DSP (digital signal processor) is a unique microprocessor based digital signal processing large amounts of information in the device. Its working principle is to receive analog signals, convert the digital signal 0 or 1. The digital signal and then modify, delete, strengthen, and in other systems chip interprets the digital data back to analog format data or the physical environment. It is not only programmable, but in fact, speed up when tens of million complex instructions per second procedure, far more than general-purpose microprocessors, digital electronics is increasingly important world of computer chips. It is a powerful data processing capability and high speed, the two most remarkable features.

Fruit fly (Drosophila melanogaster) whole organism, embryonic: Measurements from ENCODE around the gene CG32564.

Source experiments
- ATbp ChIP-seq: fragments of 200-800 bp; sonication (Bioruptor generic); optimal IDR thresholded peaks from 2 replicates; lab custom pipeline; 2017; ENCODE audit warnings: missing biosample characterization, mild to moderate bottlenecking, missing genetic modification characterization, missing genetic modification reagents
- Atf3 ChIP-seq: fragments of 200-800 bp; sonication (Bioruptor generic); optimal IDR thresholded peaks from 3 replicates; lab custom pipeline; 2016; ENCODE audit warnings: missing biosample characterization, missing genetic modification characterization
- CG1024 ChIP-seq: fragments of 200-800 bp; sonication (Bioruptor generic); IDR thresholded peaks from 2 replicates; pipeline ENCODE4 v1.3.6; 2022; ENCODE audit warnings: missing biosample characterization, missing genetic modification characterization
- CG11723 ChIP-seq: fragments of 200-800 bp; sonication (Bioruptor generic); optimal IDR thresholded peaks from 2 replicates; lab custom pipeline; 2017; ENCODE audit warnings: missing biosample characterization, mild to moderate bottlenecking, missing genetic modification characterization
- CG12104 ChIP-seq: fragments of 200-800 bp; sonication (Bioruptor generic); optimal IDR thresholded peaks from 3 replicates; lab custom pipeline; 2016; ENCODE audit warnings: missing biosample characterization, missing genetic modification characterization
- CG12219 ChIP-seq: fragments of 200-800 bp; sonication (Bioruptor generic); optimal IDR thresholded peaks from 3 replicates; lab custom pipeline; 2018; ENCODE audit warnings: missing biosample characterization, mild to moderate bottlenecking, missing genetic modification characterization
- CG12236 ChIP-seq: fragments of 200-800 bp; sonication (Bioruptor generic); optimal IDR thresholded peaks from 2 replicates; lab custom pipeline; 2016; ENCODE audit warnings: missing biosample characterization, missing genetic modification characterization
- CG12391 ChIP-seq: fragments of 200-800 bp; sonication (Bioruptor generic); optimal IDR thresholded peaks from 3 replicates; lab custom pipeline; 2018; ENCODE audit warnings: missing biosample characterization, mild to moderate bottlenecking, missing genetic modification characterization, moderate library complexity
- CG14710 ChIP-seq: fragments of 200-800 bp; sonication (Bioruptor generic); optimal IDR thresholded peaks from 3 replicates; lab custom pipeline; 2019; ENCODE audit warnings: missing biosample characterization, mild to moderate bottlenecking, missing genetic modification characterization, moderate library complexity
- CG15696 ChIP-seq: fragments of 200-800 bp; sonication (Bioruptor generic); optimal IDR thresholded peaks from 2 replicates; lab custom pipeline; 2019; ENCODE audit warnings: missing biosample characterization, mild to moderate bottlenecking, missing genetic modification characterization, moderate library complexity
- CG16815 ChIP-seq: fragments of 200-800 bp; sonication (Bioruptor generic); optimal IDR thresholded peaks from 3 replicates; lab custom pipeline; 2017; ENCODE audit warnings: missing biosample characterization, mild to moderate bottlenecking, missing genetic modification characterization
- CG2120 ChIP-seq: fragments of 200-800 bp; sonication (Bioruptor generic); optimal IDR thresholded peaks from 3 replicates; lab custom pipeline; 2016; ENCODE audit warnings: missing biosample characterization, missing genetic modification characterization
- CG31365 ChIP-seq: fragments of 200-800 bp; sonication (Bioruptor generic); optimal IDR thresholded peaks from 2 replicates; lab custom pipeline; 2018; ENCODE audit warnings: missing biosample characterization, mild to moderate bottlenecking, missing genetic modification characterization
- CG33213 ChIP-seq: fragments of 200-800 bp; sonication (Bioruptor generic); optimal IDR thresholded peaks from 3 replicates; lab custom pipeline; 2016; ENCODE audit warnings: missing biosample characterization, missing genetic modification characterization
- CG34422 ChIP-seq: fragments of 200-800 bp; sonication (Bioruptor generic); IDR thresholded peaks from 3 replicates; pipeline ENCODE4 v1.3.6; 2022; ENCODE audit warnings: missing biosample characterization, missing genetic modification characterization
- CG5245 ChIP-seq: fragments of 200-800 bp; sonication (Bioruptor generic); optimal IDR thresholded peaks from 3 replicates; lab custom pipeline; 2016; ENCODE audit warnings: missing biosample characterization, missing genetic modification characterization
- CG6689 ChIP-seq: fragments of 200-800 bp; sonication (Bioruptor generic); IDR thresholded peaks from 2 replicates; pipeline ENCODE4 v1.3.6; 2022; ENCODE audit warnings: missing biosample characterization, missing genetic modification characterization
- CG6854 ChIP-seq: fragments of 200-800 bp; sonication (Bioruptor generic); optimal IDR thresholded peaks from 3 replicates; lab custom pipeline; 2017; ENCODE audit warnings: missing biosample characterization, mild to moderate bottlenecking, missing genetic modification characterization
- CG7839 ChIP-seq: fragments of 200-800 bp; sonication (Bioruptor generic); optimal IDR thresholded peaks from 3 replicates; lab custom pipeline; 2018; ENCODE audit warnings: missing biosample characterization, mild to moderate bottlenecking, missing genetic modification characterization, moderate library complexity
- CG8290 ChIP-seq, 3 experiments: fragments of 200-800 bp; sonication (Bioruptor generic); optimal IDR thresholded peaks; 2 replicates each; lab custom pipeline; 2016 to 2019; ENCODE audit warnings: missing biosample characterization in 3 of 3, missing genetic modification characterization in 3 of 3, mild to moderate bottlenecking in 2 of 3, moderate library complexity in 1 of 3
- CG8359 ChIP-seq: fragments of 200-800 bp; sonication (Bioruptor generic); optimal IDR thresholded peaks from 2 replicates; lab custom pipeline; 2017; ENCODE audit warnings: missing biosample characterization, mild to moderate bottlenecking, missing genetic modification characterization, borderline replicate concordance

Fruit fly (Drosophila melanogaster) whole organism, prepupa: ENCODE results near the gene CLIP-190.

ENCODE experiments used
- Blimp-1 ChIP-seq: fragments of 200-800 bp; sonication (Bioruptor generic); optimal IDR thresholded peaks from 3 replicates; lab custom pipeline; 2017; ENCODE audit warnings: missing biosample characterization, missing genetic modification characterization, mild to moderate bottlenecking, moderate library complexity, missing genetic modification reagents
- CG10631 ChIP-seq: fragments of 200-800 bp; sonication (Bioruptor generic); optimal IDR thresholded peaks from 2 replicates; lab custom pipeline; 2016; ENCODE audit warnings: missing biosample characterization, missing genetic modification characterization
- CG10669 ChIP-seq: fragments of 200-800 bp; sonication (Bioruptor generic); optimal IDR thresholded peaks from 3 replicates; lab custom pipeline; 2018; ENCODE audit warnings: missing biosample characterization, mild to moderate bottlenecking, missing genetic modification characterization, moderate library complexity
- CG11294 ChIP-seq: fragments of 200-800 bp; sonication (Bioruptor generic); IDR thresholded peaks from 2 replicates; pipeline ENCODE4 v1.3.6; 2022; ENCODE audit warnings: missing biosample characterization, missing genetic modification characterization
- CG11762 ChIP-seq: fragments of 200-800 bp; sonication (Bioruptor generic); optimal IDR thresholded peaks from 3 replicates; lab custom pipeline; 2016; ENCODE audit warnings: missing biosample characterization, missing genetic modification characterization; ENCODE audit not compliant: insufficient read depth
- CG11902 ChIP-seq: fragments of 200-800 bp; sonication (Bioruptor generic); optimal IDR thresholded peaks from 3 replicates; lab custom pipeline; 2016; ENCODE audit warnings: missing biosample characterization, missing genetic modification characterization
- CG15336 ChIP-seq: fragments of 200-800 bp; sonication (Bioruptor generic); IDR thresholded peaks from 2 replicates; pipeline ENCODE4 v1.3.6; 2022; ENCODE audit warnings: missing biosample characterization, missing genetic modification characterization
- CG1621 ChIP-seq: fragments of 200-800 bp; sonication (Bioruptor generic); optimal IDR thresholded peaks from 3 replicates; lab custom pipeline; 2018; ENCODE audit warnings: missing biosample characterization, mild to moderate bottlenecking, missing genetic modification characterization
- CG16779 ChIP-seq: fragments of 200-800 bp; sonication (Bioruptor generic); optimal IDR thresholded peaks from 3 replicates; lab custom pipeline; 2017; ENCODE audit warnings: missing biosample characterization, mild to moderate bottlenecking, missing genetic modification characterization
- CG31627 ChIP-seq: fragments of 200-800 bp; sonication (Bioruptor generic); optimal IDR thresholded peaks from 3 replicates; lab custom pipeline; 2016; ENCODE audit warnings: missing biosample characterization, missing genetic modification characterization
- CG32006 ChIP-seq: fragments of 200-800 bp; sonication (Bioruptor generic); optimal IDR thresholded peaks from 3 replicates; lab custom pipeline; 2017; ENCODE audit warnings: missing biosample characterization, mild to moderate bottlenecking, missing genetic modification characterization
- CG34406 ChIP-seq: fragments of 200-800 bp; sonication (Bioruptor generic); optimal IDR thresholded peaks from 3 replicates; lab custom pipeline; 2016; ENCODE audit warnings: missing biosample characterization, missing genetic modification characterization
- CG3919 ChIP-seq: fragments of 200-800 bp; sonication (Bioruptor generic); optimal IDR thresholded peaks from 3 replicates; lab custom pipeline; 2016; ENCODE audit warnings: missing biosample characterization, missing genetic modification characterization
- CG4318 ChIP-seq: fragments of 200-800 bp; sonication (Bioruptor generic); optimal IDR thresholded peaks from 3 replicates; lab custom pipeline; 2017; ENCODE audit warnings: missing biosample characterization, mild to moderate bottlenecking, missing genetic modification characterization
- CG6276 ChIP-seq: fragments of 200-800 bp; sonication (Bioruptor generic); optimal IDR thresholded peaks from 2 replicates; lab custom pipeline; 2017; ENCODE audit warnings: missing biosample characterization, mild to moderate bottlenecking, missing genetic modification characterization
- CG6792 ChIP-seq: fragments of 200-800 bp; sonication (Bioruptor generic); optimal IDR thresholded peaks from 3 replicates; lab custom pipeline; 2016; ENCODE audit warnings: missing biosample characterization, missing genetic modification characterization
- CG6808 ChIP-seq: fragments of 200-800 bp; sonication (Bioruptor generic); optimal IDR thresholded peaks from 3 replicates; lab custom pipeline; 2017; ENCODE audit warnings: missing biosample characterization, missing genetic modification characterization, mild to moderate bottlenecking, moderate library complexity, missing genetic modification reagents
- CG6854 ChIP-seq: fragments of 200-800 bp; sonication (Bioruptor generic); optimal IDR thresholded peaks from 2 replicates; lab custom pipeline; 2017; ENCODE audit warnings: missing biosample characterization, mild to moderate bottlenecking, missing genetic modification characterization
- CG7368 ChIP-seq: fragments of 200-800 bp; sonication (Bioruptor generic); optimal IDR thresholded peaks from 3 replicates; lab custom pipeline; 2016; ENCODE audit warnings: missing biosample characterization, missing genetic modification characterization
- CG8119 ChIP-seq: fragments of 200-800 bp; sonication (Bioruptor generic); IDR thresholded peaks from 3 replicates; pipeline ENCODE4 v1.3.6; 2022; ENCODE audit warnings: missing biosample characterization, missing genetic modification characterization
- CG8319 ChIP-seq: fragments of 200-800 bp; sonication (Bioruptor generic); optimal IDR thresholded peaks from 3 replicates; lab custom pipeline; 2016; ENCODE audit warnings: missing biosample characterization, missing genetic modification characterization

Digital Signal Processing (in 2700 seconds) John Carwardine and Frank Lenkszus Advanced Photon Source Digital Signal Processing in 2700 seconds Some Applications of Digital Signal Processing Consumer Applications Accelerator Applications • Communications • BPM Processing – Digital cellular phones • Feedback control – Echo cancellation – orbit control • Data compression – multi-bunch feedback – HDTV • RF applications – MP3 digital audio – direct digital down-conversion • Video games – digital I/Q sampling • Automobiles • Accelerator tuning – Engine management – spectral estimation – Adaptive suspension • High precision power supplies Digital Signal Processing in 2700 seconds Overview • DSP Essentials • Filtering BPM data • Direct digital down-conversion • Optimal & Adaptive Filters • DSP Hardware Digital Signal Processing in 2700 seconds “Black Box” View Signal Processor Analog Analog ADC DSP DAC Filter Filter Digital Signal Processing in 2700 seconds Key DSP Operations • Filtering • Transformation into another domain • Modulation and demodulation • Correlation of two signals • Signal generation, frequency synthesis D/A Processor Converter Digital Signal Processing in 2700 seconds Discrete-Time vs Continuous-Time • Continuous-time signals are functions of a continuous-valued independent variable t, and they exist at all values of t. xa(t) t 0 • Discrete-time signals are functions of an integer-valued index (eg n, m, k), and the signals have no meaning for non-integer values of the independent variable. x[-3] x 2 3 4 x[n] n -4 -3 -2 -1 0 1 Digital Signal Processing in 2700 seconds Ambiguity of Sampled-Data Signals • Which continuous-time signal does this discrete-time sequence represent? • Knowing the sampling rate, is not enough to uniquely reconstruct a continuous-time signal from a discrete-time sequence. • The uncertainty is a result of aliasing. Digital Signal Processing in 2700 seconds Aliasing of Tones • Single Frequency Tones greater than fs/2 appear as aliases. • Consider the following spectrum that is sampled at 1600Hz. 1100 Hz 1800 Hz 200 Hz 500 Hz fs fs 3 fs 2 fs 2 2 3200 Hz 800 Hz 1600 Hz Digital Signal Processing in 2700 seconds How to Avoid Aliasing • Digitize the analog signal at least 2x the highest frequency component (Shannon’s Sampling Theory). • Use analog anti-aliasing filter to get rid of high frequency components before the digitizer. • Realize there will always be aliasing to some degree, the question is how much can be tolerated... Digital Signal Processing in 2700 seconds APS Turn-by-Turn Beam Position Monitors • 360 beam position monitors in each plane. • BPMs are digitized every 7.4µS • Data is averaged to get rid of high frequency noise so it can be used for orbit control – RT orbit feedback, running at 1.6KHz – Orbit Correction, running at 0.5Hz Digital Signal Processing in 2700 seconds BPM Memory Scanner • Boxcar averaging is used to lowpass filter turn-by-turn data for the orbit correction systems. 2048 slow orbit 135KHz point correction 0.5Hz averager BPM 32 real time point feedback 1.6KHz averager system Digital Signal Processing in 2700 seconds Averager Block Diagram (DSP Viewpoint) x[n-1] x[n-2] x[n-3] 1-sample 1-sample 1-sample x[n] delay delay delay Σ 1/4 y[n] • This can be described with the following difference equation y[n ] = 0.25 ⋅ ( x[n ] + x[n − 1] + x[n − 2] + x[n − 3]) • Or with the following z-transform transfer function Y ( z) 1 H lp ( z ) = = (1 + z −1 + z − 2 + z −3 ) X ( z) 4 Digital Signal Processing in 2700 seconds Averagers with Different Number of Points 0 -5 Attenuation (dB) -10 -15 -20 4-point -25 16-point 32-point -30 -3 -2 -1 0 10 10 10 10 Normalized Frequency Digital Signal Processing in 2700 seconds 32-Tap Averager vs 32-Tap FIR Filter • A boxcar averager is simple to implement, but does not provide the optimum level of filtering Averager Coefficients 0 Attenuation (dB) -10 -20 -30 FIR Filter Coefficients -40 Averager -50 FIR Filter -3 -2 -1 0 10 10 10 10 Normalized Frequency Digital Signal Processing in 2700 seconds Ideal Frequency-Selective Digital Filters • An ideal frequency-selective lowpass filter has a passband with constant magnitude, an infinitely sharp transition between passband and stopband, and infinite attenuation in the stopband. The phase delay is zero for all frequencies. A(f) 1 passband stopband f 0 Fc 0.5Fs Fs-Fc Fs • The impulse response (coefficient weights) of this ideal filter follow a doubly-infinite sin(x)/x function n 0 Digital Signal Processing in 2700 seconds Radio Frequency Applications of DSP • Two particular methods of sampling RF signals are gaining attention because of the advent of high-speed A/D converters. • Both are associated with sampling band-limited signals that ride on a high- frequency carrier, eg – sampling RF probes for cavity field control. – accelerator tune measurement. • Direct digital down-conversion (software radio) – eliminates the need for a conventional analog RF mixer. • Digital I/Q sampling – eliminates difficulties associated with detecting in-phase and quadrature components of an RF signal. Digital Signal Processing in 2700 seconds Sampling Band-limited Signals • Consider a 2MHz band-limited signal riding on an 8MHz carrier. f (MHz) -9 -7 0 7 9 • The IF could be extracted by mixing with a local oscillator at 10MHz and sampled at 6MHz, or could be directly sampled at > 18MHz. 1-3MHz I.F. Signal Input (7-9MHz) A/D Fs > 6MHz Local oscillator (10MHz) Digital Signal Processing in 2700 seconds Bandpass Sampling Example • Instead, let’s directly sample the signal at only 10M samples/second. Image Original spectrum spectrum f (MHz) -10 -5 0 1 3 5 7 9 10 (Fs/2) (Fs) • In this case the Nyquist frequency would be 5MHz, and the original spectrum is in the range of Fs/2 to Fs, instead of the range DC-Fs/2 (as we are used to seeing). • The original spectrum is aliased into the lower half of the frequency band, reflected about the Nyquist rate of 5MHz, appearing in the frequency range 3Mhz - 1MHz. • So, we have successfully sampled the signal using a sampling rate almost half the ‘officially’ required rate Digital Signal Processing in 2700 seconds Bandpass Sampling Example (cont) • What if we sample at only 6.5M samples/second?? Image Original spectra spectrum 0.5 2.5 4 6 f (MHz) 3.25 6.5 9.75 (Fs/2) (Fs) • This time the original spectrum lies between Fs and 1.5Fs. • Here, the spectrum is reflected about the sampling rate, to appear in the range from Fs/2 to Fs, spanning 6MHz - 4MHz. • It is then reflected a second time about Fs/2, finally appearing in the lower half of the sampled frequency range between 0.5MHz and 2.5MHz. Can we sample at an even lower rate and still get a unique spectrum?? Digital Signal Processing in 2700 seconds General Case of Bandpass Sampling • In general, it can be shown that if there are m image spectra between the original and its negative image, the range of possible sampling frequencies is given by the expression 2 fc − B 2 fc + B ≥ fs ≥ m m +1 • Example with m = 5 2fc+B 2fc-B f -3fs -fc -2fs -fs 0 fs 2fs fc 3fs Digital Signal Processing in 2700 seconds Analog I/Q Detector Baseband Signal Input A/D I (476MHz) sin Baseband Local oscillator 0o (476MHz) A/D Q -90o cos • Issues: DC offsets in mixer, quadrature phase errors, impedance matching, ... Digital Signal Processing in 2700 seconds Quadrature Sampling with Digital Mixing • Digital technology now offers a completely digital approach to this problem. I 4.9MHz Digital I.F. sin(wn) lowpass Signal Input (476MHz) A/D 19.6MHz Q Local oscillator (471.1MHz) Digital cos(wn) lowpass • The continuous-time signal is sampled at exactly 4 times the IF frequency. • Digital sine and cosine signals are multiplied with the incoming discrete- time sequence to generate the real and imaginary part of the signal. Digital Signal Processing in 2700 seconds Optimal and Adaptive Filters • Consider a situation where a signal x[n] is to be filtered so that the output sequence is as close as possible to a desired signal d[n] d[n] e[ n] = d [ n] − ∑ f [k ] ⋅ x[n − k ] + y[n] k x[n] f[n] Σ e[n] - • If the statistics of the input process are known and stationary, the optimum filter coefficients can be determined using a set of Normal Equations. • If we don’t know the statistics exactly (or if they are time-varying), we need an adaptive filter d(n) + y(n) x(n) f(n) Σ e(n) - Digital Signal Processing in 2700 seconds Applications of Optimal Filters • System identification - generate linear model of unknown system d[n] g[n]=? x[n] + y[n] f[n] Σ e[n] - • Linear prediction - estimate the future value of a signal x[n] + x[n] x[n-n o] f[n] Σ e[n] - Digital Signal Processing in 2700 seconds Adaptive Filter Application Examples • Adaptive echo cancellation + Σ delay - Adaptive Hybrid Adaptive Filter Hybrid Filter - delay Σ + • Adaptive line enhancement (detect small periodic signals buried in noise) + Σ e[n] x[n] - Adaptive z-m y[n] Filter Digital Signal Processing in 2700 seconds DSP Processors • DSP processors are optimized for Multiply/Accumulate (MAC) operations. • Multiple data/program busses inside the chip allow simultaneous access to program and data memory (Harvard Architecture). • Modern DSP chips can implement up to 8 instructions in a single clock cycle. Program Address Bus Data Address Bus Processor Processor Program Data Unit Unit Memory Memory Program Bus Data Bus Digital Signal Processing in 2700 seconds DSP Processor Performance • Digital Signal Processor chips are amazingly fast! – TI C67 ($200): 32-bit floating-point, 1GFLOP – ADI SHARC ($60): 32-bit floating-point, 150MFLOP 1024 Point Complex Radix 2 FFT with bit reversal Speed Processor (usec) ADI TigerSHARC @ 150MHz 69 TI C67 @ 167MHz 124 TI C40 @ 50 MHz 1435 Power PC 604e @ 333 MHz 230 Intel Pentium @ 200 MHz 750 Vax 8600 21700 Other DSP operations (Based on TI C67 @ 167 MHz) Speed Operation (usec) 8 Cascaded Biquad filters 0.366 Matrix-Vector Multiply 38x160 * 160x1 41.2 Autocorrelation, 18 x 8 0.606 Digital Signal Processing in 2700 seconds DSP Performance • BUT! – To achieve the benchmark performance: • Algorithm must run in a tight loop • Processor pipeline must be kept full • Code for Algorithm must fit in on chip cache • Data arrays must be within on chip cache • Parallel execution must be maximized – Scatter/Gather operations will suffer performance degradation. Digital Signal Processing in 2700 seconds Effort Required to Achieve A/D Performance 6 8 10 Effective Number of Bits Relatively Easy s) 12 pec eS nc 14 orma Perf 16 DC Specialized (A 18 Knowledge lt fficu 20 Di Difficult to 22 Impossible 24 26 1 10 100 1K 10K 100K 1M 10M 100M 1G Sample Rate (Hz) Ref: “Practical Limits of Analog-to-Digital Conversion” (Jerry Horn) Digital Signal Processing in 2700 seconds Conclusions • Applications for digital signal processing are exploding, largely fueled by the availability of inexpensive high performance processors. • There are certain applications where digital is clearly better than analog. • The accelerator community is starting to tap the capabilities of DSP technology, but this is just the beginning... Digital Signal Processing in 2700 seconds